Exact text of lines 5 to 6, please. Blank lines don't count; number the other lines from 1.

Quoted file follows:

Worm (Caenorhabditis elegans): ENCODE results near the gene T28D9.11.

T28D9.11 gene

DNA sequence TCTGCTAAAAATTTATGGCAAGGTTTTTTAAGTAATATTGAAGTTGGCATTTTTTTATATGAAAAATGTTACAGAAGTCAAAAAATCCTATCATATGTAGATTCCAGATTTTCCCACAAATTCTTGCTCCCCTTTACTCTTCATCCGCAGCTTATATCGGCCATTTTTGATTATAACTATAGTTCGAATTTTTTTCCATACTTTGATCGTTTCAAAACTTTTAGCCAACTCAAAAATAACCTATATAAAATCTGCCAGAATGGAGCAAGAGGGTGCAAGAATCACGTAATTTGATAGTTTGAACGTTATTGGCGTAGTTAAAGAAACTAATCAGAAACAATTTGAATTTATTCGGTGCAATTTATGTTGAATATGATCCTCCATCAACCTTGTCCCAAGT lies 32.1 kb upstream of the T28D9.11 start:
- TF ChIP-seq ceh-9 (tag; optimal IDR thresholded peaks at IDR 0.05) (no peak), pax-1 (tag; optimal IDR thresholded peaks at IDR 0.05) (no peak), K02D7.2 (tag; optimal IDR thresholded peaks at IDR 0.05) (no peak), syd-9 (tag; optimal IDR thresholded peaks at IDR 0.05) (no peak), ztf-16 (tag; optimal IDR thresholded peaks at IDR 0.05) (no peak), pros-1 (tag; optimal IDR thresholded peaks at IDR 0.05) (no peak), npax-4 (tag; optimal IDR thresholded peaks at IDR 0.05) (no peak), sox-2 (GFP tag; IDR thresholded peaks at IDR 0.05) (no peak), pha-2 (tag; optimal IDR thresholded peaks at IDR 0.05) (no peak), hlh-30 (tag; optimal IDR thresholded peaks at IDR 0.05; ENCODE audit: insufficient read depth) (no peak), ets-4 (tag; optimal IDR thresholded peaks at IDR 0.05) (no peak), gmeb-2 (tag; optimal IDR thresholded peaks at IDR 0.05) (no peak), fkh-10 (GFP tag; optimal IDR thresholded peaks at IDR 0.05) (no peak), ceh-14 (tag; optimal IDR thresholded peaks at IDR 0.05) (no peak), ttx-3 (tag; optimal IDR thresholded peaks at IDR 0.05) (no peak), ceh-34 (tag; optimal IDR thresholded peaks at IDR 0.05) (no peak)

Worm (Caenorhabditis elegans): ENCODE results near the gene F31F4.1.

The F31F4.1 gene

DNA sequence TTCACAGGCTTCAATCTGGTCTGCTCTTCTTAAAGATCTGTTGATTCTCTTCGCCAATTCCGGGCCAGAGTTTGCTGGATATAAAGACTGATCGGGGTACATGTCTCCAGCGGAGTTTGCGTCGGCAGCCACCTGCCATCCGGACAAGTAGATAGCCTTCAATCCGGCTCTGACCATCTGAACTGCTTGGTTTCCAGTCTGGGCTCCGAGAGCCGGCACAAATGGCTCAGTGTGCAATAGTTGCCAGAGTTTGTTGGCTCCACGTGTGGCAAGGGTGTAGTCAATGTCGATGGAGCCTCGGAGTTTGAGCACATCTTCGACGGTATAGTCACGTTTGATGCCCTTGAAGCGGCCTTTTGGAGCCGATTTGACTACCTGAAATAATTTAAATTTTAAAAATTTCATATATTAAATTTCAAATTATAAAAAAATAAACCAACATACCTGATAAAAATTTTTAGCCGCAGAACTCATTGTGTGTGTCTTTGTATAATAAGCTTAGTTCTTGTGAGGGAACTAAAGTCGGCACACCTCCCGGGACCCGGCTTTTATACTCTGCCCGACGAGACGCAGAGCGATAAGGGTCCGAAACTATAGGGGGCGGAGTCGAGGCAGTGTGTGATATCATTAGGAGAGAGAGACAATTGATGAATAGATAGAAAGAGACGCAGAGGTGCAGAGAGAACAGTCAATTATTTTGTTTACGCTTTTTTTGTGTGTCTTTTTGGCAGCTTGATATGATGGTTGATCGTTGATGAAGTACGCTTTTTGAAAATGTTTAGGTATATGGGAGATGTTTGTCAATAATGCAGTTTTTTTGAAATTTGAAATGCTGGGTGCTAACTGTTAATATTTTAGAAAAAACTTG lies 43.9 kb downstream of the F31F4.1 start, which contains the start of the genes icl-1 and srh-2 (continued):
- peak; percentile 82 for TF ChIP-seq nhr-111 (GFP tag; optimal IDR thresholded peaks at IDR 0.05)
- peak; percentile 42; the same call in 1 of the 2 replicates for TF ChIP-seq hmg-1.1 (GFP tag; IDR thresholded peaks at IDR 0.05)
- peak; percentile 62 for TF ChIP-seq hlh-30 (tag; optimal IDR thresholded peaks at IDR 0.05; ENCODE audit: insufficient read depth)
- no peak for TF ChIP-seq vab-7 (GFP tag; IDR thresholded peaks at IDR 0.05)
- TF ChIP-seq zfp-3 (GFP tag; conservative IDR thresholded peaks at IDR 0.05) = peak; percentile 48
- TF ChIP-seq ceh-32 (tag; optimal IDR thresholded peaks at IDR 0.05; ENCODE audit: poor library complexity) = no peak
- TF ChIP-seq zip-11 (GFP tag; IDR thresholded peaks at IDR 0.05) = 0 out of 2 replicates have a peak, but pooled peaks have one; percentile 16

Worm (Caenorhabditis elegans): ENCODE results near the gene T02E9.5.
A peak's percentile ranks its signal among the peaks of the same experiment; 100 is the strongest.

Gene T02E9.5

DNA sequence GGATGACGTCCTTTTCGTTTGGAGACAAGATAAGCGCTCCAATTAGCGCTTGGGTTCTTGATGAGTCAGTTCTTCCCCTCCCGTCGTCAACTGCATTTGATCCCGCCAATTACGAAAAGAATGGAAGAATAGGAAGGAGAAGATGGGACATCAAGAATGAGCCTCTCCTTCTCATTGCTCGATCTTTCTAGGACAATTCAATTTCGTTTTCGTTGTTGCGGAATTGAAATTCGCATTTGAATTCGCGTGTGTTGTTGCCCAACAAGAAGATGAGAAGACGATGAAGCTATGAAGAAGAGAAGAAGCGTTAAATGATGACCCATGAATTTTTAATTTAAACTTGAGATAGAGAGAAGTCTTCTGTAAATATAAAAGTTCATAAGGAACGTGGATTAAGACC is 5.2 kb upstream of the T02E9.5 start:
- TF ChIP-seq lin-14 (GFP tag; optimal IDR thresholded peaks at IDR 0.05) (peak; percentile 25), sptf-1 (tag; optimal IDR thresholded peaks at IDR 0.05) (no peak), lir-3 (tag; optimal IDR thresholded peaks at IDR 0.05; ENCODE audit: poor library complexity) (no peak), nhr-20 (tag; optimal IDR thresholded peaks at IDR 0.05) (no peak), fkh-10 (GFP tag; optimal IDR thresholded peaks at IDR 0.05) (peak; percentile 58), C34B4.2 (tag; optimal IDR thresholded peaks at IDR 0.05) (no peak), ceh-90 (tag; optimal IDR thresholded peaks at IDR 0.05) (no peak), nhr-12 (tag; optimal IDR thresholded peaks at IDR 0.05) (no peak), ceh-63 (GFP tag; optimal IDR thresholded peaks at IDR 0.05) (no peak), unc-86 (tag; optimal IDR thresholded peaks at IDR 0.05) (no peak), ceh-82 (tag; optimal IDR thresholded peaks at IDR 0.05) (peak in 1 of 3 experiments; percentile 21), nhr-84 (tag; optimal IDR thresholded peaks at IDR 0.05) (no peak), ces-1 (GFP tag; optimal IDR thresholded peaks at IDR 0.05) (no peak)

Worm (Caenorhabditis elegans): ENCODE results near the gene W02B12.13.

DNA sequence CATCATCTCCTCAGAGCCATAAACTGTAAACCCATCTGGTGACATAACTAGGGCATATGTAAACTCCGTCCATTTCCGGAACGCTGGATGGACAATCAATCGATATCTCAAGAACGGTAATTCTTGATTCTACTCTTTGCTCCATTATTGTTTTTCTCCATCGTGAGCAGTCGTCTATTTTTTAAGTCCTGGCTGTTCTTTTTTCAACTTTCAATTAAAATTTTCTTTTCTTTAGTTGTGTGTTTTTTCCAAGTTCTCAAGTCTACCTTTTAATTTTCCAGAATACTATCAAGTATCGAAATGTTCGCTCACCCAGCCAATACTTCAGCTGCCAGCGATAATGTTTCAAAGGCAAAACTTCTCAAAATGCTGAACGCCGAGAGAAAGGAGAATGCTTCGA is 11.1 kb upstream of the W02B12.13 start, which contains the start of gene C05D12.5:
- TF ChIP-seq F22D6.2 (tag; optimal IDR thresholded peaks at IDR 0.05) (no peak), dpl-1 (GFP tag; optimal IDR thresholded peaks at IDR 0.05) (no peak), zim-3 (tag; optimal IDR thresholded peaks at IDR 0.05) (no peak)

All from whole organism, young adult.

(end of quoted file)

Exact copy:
Worm (Caenorhabditis elegans): ENCODE results near the gene F31F4.1.

The F31F4.1 gene